Australia was my Wonderland growing up in Uruguay. A mythical land on the other side of the world, it stirred my imagination with its concoction of beaches, crocodiles and kangaroos.
And so, when I entered the chilled-out atmosphere of Australian bar/restaurant Banksia, it felt like I was entering through the rabbit hole. On our visit, we were treated to some truly exotic dishes and transported to a sunny beach – a fantastical version of Oz I hadn’t thought about since I was a child.
Long ago and faraway
It must have been around the year 2000 when I saw the Olsen twins’ movie ‘Our Lips Are Sealed’. After watching it, I developed a fascination with Australia and swore to everyone (I was 12!) that I was going to move there. People keep reminding me about this, even today, so believe me, it was an intense moment.
But here I am, 27 already, and I’ve never been (yet). And now, unexpectedly, a taste of Australian cuisine has brought back those memories and renewed my resolve to visit.
Classy not tacky
According to Banksia’s owner, Australian expat Joel Cox, the restaurant is named after an Australian ower that “takes on a weird shape” when it dies. “It’s an iconic Australian name – we wanted people to recognise it without it being tacky,” he explained.
Given its overall decor, that should be the last of his worries. Its wooden and stone interior, dim lighting and shades of white and cream ensure a lasting impression of class that greets and stays with its customers.
The Banksia team are proud of their cocktails, so we decided to try two of the house specialties: the ‘Mango Macca Daquri’ and ‘Fig Sour’.
The first was was tropically tasty, a combination of Asian flavours brought together with mango and a touch of Australian macadamia on a rum base with a hint of vanilla to wrap it up. Sipping its sweetness made me feel like I was reclining in a deckchair by the beach.
The Fig Sour, as the name suggests, was extremely sour and just perfect according to my dining partner, the sourpuss on my adventures, if there ever was such a character!
A fusion of flavours
But as tasty as the cocktails were, the fun lay ahead in the shape of the appetisers. In keeping with the philosophy of the restaurant “to bring the true taste of Australia”, both the Crocodile soup and Kerala fried prawns fuse Asian and Australian flavours – essentials that “must be included”, according to Cox.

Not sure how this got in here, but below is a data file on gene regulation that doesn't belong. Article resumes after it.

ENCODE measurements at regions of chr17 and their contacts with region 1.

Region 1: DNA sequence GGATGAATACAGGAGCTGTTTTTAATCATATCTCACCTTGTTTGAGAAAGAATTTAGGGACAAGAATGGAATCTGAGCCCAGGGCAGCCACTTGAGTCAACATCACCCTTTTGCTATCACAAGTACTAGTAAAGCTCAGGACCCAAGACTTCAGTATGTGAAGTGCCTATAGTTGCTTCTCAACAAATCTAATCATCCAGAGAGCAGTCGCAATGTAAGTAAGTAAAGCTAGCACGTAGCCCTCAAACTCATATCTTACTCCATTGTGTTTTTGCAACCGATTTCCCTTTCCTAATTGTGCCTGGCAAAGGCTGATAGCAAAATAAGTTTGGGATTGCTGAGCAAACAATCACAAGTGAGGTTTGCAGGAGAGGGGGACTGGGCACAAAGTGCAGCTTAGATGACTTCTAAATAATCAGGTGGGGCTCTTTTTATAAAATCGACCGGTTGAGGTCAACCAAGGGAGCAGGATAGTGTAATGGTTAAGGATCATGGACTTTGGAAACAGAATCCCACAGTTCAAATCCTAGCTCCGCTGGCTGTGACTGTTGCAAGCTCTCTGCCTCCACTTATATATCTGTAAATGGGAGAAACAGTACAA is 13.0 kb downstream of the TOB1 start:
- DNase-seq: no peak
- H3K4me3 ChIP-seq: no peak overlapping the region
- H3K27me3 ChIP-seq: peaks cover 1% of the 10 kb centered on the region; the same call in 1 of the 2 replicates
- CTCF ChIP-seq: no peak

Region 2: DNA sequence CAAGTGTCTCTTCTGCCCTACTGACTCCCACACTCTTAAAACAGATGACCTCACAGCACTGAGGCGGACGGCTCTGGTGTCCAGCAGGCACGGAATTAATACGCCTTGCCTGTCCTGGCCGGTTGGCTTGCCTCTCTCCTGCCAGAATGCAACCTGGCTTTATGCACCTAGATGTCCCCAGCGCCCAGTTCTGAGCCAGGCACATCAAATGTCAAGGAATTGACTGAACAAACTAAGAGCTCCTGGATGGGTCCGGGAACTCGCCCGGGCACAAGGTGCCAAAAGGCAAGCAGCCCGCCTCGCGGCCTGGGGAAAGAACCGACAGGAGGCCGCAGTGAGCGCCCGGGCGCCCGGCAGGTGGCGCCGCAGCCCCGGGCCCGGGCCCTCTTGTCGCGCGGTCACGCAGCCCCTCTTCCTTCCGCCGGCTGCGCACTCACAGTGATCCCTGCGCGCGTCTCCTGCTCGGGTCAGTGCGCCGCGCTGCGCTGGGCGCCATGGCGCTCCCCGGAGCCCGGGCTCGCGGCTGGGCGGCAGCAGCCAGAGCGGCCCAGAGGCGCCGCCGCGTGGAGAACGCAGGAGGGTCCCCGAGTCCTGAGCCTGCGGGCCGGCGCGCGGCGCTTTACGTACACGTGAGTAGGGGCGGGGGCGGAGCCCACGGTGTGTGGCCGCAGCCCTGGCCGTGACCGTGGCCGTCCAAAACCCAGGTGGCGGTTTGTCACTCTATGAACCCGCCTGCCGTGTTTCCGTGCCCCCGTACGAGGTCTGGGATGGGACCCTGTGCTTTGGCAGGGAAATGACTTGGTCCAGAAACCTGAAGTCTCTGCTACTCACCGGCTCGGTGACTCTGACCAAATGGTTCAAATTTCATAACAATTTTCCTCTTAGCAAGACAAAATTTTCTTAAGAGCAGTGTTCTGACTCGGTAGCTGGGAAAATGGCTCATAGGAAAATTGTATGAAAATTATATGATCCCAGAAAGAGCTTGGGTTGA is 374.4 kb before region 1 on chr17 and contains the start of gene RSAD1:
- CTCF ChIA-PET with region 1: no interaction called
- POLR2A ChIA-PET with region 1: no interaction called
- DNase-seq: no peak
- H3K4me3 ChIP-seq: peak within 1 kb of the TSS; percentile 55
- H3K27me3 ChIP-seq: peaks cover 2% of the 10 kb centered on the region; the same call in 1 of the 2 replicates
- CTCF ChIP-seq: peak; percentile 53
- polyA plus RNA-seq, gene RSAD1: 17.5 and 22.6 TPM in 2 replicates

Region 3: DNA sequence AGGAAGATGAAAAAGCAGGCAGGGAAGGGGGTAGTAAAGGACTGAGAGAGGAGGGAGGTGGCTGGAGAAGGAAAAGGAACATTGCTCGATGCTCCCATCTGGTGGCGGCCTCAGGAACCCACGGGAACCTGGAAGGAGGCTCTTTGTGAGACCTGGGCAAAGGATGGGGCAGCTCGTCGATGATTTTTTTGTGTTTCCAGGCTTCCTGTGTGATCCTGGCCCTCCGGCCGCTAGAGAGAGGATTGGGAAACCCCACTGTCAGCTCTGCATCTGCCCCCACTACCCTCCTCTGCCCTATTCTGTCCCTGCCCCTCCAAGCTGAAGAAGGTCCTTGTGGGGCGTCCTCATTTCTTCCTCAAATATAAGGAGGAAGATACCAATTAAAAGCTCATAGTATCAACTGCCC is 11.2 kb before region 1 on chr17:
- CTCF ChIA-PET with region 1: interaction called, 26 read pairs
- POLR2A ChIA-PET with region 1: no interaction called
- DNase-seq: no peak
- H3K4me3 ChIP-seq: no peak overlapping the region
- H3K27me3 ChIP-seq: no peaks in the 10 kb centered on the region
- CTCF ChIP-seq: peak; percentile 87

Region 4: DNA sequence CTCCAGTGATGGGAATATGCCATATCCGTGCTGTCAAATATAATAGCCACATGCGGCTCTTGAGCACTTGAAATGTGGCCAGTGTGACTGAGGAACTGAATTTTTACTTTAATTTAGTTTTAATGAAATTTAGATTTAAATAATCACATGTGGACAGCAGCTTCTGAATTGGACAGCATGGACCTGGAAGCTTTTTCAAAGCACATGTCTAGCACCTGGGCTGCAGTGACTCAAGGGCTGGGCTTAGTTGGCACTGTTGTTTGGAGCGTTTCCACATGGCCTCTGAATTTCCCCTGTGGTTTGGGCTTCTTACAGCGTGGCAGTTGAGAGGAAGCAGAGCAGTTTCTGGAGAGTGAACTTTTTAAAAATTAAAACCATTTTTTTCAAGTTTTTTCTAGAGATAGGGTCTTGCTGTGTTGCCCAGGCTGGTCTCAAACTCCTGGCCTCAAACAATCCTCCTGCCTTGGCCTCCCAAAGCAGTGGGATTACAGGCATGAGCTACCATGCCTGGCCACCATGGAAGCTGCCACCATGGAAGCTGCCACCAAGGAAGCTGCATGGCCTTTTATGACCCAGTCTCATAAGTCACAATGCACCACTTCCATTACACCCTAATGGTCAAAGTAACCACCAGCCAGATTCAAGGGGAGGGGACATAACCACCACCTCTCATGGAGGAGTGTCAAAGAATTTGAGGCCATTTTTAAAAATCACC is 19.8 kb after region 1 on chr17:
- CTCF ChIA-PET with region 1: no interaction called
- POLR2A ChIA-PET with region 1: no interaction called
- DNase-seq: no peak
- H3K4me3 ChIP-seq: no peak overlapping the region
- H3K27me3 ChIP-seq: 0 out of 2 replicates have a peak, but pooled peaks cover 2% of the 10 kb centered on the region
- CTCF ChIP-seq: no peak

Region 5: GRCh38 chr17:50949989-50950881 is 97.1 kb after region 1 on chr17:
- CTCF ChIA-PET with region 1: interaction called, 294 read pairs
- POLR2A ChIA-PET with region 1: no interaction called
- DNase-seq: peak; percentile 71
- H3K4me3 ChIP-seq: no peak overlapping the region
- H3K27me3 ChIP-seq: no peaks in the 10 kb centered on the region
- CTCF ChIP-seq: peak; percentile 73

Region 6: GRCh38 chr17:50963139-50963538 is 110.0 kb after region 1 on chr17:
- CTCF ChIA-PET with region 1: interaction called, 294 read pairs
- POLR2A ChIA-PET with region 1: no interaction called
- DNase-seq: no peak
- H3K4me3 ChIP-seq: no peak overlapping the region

The crocodile soup was colourful and spicy, not so much supplying heat, but warmth to every fibre of our being. Composed of crocodile pieces wrapped in dumplings served with peppers, cabbage and green vegetables, I must admit I would never have imagined a dish like this would taste so good, and it’s definitely one I’ll be seeking out when I visit Australia!
Served with delicious creamy black rice, meanwhile, the prawns in mustard seeds and curry leaves were another revelation – a dish worthy of the Mad Hatter’s table.
The appetisers were accompanied by two glasses of the house rosé, an Australian wine with hints of cinnamon that was especially recommended by Russell, the manager.
Skipping with joy
For our mains I would have been as mad as a march hare not to choose the kangaroo. A succulent yet lean meat served with mashed sweet potato and Jerusalem artichoke chips, the combination was a match made in heaven.
My partner meanwhile had the ‘whiskey-raspberry glazed duck’, a pan-fried breast bathed in a homemade glaze served with wild rice and spinach salad. “The duck’s so tender it’s melting in my mouth,” she exclaimed, smiling like the Cheshire Cat. But I barely noticed, as I was all eyes Skippy.
To finish, we shared two desserts: the ‘peanut butter parfait’, or should I say peanut butter heaven, and the ‘sticky date pudding’, a chocolaty dollop of loveliness served with vanilla ice cream that was also exquisite.
It was a fitting ending to a delightful evening, but this is only the beginning for Banksia. They have a great many ideas heading into next year (did someone mention a beer garden?!), so you’d better make your reservations fast if you don’t want to get caught in the stampede and end up as flat as the Queen of Hearts.